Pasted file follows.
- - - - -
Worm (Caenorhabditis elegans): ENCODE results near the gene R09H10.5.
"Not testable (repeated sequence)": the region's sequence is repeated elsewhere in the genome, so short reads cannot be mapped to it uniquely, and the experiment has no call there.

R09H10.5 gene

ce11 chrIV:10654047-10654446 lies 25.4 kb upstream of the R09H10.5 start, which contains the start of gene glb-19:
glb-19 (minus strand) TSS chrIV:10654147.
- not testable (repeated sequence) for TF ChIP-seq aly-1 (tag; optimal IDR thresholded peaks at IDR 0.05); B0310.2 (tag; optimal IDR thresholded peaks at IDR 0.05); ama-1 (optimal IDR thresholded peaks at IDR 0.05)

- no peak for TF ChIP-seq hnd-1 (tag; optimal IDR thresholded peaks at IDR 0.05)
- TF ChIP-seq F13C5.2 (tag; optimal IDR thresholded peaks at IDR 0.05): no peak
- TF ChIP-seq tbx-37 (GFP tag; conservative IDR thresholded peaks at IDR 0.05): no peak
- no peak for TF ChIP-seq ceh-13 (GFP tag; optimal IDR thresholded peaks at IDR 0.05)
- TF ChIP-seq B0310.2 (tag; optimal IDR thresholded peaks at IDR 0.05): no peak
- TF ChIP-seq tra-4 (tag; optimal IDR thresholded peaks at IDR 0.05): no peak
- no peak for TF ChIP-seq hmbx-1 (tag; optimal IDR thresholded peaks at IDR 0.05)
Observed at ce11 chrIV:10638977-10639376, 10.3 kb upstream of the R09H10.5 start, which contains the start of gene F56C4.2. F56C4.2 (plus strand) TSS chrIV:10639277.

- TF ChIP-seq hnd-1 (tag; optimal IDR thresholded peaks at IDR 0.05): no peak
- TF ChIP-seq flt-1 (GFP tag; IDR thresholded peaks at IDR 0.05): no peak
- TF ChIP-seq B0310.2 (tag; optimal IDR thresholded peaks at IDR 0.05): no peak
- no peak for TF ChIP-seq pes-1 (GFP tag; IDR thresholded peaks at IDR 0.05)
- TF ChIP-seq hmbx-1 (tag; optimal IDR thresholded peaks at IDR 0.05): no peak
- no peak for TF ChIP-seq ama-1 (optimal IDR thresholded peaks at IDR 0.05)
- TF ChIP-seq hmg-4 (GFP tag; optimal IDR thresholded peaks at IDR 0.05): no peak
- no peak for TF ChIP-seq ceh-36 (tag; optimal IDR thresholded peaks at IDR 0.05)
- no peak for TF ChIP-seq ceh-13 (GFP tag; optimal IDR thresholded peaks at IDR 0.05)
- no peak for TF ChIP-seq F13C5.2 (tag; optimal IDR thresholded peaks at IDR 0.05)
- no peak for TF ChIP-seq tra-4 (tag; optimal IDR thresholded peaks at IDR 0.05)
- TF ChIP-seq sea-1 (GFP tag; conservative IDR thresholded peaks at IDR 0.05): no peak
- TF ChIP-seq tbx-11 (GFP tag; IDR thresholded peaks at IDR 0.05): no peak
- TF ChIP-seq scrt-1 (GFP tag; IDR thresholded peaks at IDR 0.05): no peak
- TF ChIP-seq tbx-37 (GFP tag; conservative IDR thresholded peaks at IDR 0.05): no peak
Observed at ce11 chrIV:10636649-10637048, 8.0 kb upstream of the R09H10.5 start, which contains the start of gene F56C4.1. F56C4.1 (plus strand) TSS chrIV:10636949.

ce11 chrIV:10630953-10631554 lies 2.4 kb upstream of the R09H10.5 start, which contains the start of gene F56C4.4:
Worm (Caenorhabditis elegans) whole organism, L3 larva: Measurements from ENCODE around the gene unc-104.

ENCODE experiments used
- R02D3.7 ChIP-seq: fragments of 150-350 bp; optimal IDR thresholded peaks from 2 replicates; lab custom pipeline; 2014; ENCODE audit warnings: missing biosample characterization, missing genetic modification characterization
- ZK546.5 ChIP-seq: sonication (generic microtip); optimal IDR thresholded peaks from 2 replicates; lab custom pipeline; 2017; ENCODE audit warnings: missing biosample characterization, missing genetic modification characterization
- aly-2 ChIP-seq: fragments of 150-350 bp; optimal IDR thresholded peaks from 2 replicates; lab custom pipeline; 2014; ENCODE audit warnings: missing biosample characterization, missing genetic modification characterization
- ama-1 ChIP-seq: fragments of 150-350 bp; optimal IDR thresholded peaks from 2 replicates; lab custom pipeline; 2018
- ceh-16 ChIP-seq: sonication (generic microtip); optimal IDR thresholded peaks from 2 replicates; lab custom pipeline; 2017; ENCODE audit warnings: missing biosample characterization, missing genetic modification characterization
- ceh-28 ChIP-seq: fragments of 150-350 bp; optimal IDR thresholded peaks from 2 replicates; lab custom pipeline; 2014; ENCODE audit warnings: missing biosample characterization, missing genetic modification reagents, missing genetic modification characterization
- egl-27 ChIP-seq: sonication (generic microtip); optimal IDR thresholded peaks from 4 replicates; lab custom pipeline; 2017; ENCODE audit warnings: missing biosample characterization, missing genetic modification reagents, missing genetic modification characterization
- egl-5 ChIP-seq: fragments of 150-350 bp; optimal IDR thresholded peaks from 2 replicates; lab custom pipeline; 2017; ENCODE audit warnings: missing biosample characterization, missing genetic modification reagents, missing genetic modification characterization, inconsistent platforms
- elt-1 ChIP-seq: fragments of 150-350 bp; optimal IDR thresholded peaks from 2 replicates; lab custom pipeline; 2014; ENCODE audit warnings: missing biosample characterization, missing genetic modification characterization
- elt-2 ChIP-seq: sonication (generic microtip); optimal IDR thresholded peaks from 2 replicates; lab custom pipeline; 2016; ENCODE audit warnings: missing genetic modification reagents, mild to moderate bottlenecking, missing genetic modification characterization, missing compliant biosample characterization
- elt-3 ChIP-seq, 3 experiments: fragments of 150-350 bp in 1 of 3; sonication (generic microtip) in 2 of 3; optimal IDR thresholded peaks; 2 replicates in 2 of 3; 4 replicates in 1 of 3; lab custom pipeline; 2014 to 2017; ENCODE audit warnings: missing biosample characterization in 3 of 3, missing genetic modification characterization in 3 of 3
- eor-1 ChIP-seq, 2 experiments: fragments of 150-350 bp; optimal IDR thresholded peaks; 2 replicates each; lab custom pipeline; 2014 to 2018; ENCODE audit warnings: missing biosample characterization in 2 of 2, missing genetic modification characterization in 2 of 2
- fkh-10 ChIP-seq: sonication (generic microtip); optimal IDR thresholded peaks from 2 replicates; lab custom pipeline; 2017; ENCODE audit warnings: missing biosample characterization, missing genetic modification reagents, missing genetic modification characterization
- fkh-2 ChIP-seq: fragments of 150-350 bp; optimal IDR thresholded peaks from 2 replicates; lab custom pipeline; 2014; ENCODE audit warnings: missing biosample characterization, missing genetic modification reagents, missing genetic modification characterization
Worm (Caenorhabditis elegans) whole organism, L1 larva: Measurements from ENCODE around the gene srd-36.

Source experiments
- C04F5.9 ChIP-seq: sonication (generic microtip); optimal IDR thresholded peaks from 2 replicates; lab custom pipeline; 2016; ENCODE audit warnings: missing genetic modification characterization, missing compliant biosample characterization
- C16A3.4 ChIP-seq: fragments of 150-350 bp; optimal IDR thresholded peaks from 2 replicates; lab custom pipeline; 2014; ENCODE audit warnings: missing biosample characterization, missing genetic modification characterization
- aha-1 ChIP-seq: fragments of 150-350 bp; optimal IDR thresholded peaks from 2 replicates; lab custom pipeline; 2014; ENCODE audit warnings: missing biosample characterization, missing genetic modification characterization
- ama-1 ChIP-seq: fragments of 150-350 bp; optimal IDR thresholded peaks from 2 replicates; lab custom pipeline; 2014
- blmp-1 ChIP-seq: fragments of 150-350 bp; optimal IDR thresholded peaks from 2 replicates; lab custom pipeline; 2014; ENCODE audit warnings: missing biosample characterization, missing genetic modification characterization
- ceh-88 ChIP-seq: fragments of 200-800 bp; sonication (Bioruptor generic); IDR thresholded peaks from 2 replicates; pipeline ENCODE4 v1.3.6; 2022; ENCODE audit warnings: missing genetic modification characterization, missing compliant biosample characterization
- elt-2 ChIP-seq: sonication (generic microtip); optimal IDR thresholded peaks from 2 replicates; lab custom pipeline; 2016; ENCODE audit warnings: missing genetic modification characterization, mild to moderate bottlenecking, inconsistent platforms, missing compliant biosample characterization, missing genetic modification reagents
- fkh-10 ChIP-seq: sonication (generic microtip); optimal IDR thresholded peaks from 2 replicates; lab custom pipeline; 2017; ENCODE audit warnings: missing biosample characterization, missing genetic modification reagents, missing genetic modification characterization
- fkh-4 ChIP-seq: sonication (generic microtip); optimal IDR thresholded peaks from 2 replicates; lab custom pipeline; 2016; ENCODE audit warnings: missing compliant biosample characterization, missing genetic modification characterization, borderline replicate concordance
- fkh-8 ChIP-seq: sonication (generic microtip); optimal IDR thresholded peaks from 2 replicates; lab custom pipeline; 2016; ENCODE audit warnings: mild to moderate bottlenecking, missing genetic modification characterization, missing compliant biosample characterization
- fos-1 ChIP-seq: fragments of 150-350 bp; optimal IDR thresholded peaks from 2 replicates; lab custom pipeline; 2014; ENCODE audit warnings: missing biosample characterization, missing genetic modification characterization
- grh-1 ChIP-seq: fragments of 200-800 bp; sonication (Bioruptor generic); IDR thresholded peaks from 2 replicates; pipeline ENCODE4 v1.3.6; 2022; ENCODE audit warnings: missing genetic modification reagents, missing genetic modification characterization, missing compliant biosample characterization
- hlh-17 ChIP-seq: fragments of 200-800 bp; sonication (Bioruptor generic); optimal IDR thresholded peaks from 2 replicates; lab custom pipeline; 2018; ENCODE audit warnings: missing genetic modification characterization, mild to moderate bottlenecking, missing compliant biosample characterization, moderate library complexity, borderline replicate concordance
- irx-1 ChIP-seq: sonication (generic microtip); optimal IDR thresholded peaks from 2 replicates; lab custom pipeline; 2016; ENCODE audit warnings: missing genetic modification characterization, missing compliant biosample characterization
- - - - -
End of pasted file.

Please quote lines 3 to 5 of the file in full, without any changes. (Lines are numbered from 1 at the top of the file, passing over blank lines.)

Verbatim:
R09H10.5 gene

ce11 chrIV:10654047-10654446 lies 25.4 kb upstream of the R09H10.5 start, which contains the start of gene glb-19:
glb-19 (minus strand) TSS chrIV:10654147.